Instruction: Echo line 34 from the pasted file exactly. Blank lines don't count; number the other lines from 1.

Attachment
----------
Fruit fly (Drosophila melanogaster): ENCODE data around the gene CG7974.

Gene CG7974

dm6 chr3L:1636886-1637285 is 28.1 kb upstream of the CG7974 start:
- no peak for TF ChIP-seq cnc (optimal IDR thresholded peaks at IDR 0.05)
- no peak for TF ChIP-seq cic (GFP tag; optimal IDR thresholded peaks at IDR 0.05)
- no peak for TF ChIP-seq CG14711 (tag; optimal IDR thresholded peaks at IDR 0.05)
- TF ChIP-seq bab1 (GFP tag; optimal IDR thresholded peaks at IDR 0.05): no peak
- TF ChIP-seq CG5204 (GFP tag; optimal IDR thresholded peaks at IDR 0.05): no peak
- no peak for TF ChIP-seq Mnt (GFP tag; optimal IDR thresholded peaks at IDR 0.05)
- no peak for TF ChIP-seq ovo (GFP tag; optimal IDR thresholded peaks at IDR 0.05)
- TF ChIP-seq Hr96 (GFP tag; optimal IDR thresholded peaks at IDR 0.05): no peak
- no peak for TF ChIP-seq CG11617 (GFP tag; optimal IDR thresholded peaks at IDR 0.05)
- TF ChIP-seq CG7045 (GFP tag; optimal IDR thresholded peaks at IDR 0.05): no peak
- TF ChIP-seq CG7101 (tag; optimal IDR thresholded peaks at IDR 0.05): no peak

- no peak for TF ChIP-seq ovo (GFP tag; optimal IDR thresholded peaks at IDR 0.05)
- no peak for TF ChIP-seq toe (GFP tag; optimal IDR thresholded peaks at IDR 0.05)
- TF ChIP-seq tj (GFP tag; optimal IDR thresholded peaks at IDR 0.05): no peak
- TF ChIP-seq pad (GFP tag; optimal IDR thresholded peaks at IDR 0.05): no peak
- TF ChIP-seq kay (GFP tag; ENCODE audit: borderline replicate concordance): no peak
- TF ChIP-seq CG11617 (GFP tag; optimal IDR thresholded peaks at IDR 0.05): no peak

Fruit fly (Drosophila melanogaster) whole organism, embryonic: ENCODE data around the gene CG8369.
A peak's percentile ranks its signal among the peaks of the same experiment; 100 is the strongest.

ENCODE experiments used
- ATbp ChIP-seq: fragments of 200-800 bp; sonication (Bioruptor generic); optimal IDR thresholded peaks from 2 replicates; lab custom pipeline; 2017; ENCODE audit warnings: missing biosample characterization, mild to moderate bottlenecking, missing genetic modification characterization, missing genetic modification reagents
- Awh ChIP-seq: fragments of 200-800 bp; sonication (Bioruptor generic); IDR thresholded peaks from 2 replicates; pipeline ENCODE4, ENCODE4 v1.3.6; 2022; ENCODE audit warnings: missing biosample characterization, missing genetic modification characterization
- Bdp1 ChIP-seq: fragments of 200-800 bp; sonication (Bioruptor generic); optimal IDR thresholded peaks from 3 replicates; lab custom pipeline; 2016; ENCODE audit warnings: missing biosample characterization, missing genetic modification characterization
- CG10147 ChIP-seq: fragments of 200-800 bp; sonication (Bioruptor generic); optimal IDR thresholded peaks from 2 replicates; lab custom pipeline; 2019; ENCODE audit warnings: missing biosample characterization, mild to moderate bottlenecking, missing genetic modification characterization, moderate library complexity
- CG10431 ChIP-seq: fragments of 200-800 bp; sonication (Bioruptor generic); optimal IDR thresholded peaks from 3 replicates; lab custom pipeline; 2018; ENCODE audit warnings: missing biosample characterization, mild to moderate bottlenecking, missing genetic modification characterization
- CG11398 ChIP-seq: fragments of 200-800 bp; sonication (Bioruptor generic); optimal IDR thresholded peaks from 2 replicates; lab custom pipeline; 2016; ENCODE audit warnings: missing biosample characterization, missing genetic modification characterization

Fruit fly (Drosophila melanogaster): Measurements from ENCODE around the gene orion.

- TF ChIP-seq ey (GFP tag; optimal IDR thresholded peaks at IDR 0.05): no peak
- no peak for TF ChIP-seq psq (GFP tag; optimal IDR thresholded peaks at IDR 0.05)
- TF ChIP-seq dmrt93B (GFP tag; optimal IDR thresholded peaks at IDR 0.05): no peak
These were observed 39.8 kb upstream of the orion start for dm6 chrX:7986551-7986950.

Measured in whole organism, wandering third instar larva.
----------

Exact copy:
These were observed 39.8 kb upstream of the orion start for dm6 chrX:7986551-7986950.